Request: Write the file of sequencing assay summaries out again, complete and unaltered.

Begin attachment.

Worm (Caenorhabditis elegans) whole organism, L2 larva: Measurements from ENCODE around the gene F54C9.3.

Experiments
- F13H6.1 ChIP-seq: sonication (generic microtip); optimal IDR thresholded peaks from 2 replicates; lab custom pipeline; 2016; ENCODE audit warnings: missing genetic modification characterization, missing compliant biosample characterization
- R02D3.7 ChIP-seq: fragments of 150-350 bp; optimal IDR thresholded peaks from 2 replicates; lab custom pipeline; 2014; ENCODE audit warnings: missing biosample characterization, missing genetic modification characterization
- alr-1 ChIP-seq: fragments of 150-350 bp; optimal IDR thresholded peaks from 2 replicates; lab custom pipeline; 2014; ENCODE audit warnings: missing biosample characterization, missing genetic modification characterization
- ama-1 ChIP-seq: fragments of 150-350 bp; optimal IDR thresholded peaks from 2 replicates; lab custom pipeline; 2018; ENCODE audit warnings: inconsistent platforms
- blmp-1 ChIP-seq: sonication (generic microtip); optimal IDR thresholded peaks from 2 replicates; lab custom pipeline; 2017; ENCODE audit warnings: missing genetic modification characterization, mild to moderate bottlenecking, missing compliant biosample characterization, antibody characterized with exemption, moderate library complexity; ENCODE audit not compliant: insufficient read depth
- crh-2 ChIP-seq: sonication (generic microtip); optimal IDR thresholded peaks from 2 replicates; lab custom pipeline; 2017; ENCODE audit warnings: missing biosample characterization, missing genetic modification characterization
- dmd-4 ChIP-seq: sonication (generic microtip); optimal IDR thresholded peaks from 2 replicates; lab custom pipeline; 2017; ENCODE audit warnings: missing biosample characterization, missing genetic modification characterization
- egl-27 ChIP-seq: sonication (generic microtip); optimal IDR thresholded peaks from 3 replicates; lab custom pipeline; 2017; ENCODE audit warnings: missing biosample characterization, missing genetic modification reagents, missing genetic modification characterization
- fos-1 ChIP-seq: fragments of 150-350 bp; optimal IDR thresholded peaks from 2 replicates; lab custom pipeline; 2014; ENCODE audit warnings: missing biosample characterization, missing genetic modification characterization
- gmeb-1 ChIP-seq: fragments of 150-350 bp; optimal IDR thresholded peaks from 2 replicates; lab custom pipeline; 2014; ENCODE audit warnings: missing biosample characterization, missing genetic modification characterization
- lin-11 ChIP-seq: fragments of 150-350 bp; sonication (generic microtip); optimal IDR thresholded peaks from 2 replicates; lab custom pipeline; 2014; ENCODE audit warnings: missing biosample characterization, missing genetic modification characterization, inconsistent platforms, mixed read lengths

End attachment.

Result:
Worm (Caenorhabditis elegans) whole organism, L2 larva: Measurements from ENCODE around the gene F54C9.3.

Experiments
- F13H6.1 ChIP-seq: sonication (generic microtip); optimal IDR thresholded peaks from 2 replicates; lab custom pipeline; 2016; ENCODE audit warnings: missing genetic modification characterization, missing compliant biosample characterization
- R02D3.7 ChIP-seq: fragments of 150-350 bp; optimal IDR thresholded peaks from 2 replicates; lab custom pipeline; 2014; ENCODE audit warnings: missing biosample characterization, missing genetic modification characterization
- alr-1 ChIP-seq: fragments of 150-350 bp; optimal IDR thresholded peaks from 2 replicates; lab custom pipeline; 2014; ENCODE audit warnings: missing biosample characterization, missing genetic modification characterization
- ama-1 ChIP-seq: fragments of 150-350 bp; optimal IDR thresholded peaks from 2 replicates; lab custom pipeline; 2018; ENCODE audit warnings: inconsistent platforms
- blmp-1 ChIP-seq: sonication (generic microtip); optimal IDR thresholded peaks from 2 replicates; lab custom pipeline; 2017; ENCODE audit warnings: missing genetic modification characterization, mild to moderate bottlenecking, missing compliant biosample characterization, antibody characterized with exemption, moderate library complexity; ENCODE audit not compliant: insufficient read depth
- crh-2 ChIP-seq: sonication (generic microtip); optimal IDR thresholded peaks from 2 replicates; lab custom pipeline; 2017; ENCODE audit warnings: missing biosample characterization, missing genetic modification characterization
- dmd-4 ChIP-seq: sonication (generic microtip); optimal IDR thresholded peaks from 2 replicates; lab custom pipeline; 2017; ENCODE audit warnings: missing biosample characterization, missing genetic modification characterization
- egl-27 ChIP-seq: sonication (generic microtip); optimal IDR thresholded peaks from 3 replicates; lab custom pipeline; 2017; ENCODE audit warnings: missing biosample characterization, missing genetic modification reagents, missing genetic modification characterization
- fos-1 ChIP-seq: fragments of 150-350 bp; optimal IDR thresholded peaks from 2 replicates; lab custom pipeline; 2014; ENCODE audit warnings: missing biosample characterization, missing genetic modification characterization
- gmeb-1 ChIP-seq: fragments of 150-350 bp; optimal IDR thresholded peaks from 2 replicates; lab custom pipeline; 2014; ENCODE audit warnings: missing biosample characterization, missing genetic modification characterization
- lin-11 ChIP-seq: fragments of 150-350 bp; sonication (generic microtip); optimal IDR thresholded peaks from 2 replicates; lab custom pipeline; 2014; ENCODE audit warnings: missing biosample characterization, missing genetic modification characterization, inconsistent platforms, mixed read lengths